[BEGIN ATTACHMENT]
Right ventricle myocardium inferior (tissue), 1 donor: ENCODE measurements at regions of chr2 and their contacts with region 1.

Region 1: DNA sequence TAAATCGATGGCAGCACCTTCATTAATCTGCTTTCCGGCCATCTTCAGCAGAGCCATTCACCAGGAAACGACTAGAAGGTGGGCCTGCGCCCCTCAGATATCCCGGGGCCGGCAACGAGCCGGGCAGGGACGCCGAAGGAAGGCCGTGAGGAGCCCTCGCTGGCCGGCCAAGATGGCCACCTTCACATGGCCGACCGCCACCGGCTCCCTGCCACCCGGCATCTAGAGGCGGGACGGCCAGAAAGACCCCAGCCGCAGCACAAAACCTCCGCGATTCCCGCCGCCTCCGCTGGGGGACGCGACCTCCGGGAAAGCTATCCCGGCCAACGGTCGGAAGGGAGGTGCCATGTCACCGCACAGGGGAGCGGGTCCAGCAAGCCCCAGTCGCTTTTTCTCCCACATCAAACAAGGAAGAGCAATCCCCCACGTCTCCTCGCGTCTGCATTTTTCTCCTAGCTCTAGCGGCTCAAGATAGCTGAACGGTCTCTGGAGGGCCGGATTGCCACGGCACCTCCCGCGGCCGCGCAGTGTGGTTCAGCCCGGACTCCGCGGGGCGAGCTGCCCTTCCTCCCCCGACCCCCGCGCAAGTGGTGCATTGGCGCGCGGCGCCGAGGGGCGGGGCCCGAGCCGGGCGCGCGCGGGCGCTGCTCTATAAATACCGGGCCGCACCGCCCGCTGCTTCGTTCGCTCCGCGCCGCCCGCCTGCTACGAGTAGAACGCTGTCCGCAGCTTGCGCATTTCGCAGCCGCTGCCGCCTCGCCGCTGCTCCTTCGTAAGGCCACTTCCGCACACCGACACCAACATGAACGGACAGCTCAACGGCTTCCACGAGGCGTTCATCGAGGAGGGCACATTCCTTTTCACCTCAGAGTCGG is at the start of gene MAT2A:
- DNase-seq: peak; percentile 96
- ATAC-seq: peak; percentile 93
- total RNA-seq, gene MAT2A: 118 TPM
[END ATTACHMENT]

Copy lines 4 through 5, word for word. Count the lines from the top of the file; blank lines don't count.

- ATAC-seq: peak; percentile 93
- total RNA-seq, gene MAT2A: 118 TPM